Ferrari unveiled two new 800 horsepower V12 specials in Maranello today, the SP1 and SP2, which certainly leads to the 21st century renaissance of carrozzeria, low-volume and one-off body for sports cars. The SP1 and SP2 are the first installments within a new component of Ferrari’s business “Icona,” according to Forbes. The vehicles were both portended by the America model of several years ago and provide new opportunities for Ferrari and other sports car makers to better develop ultra-low volume editions with unique bodywork. Icona however, happens to be a breakthrough achievement.

The Monza SP1 and SP2 draw designs were inspired from the Ferrari sports-racing barchettas from the 1950s, the 1948 166 MM, 750 Monza and 860 Monza in particular. During the 1950s, Ferrari pledged the services of the best carrozzeria shops in Italy. Thanks to the hand-forming of aluminum bodywork, Ferraris from the late 1940s through the late 1960s are widely considered to be the works of art. Now with the SP1 and SP2, the same erotic forms of pre-aerodynamic sports cars are in the current Ferrari design language.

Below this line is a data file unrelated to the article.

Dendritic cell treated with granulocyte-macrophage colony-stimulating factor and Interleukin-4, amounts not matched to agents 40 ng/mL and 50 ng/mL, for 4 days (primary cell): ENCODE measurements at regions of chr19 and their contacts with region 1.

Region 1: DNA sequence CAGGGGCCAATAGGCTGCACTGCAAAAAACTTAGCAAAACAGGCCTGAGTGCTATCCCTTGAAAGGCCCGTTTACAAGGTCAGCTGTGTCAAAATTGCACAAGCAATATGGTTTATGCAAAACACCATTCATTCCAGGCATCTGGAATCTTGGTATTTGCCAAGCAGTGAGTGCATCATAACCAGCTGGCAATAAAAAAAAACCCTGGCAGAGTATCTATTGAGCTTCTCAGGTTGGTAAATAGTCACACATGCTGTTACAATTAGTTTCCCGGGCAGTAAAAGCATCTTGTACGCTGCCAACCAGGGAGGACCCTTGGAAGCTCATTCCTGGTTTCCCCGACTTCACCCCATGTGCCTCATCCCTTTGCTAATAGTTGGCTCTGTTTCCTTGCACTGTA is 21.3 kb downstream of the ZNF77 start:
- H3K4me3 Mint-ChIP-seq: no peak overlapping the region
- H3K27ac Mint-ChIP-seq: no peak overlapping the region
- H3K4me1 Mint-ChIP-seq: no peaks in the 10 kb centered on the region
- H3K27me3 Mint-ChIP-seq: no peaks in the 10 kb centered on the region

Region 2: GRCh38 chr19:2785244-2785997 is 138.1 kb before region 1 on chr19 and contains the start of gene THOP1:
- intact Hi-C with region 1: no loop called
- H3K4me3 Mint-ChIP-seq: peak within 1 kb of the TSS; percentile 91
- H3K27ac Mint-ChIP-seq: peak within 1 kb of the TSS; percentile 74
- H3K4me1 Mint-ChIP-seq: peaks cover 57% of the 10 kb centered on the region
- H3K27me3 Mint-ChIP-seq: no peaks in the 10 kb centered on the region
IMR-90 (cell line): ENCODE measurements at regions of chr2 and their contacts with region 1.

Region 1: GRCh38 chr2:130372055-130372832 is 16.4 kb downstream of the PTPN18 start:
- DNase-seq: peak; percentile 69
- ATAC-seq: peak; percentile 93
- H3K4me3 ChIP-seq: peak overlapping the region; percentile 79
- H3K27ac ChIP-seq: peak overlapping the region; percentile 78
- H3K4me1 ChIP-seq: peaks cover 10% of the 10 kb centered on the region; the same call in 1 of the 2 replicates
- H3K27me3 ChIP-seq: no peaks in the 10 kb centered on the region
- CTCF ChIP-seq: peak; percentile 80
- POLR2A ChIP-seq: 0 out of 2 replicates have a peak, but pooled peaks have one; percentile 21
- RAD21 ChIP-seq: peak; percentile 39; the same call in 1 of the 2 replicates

The two new Ferraris offer the best weight-to-power ratio of any barchetta, thanks to the extensive use of carbon-fiber during construction, distinctive details, such as the head and tail lights, and the wheels and interior that further enhances the cars’ uniqueness. The cars are also equipped with the most powerful engine that Maranello has ever built. The engine is a 810 cv V12 that can reach 0-100 km/h in 2.9 seconds and 0-200 km/h in 7.9 seconds. The cars were both developed and calibrated to enhance an exhilarating performance.

The cars feature an aerodynamic wing profile with the complete absence of a roof. The windscreen provided the designers freedom to create one-of-a-kind proportions. The Monza SP1 is a single-seat road car, while the SP2 is a two-seater with an arching narrow connector of bodywork splitting the driver and passenger. The doors open outwards providing a minimalist vibe. Ferrari even developed a “Virtual Wind Shield” that draws an airstream into the cockpit, since the open cars are equipped with minimalist windscreens.

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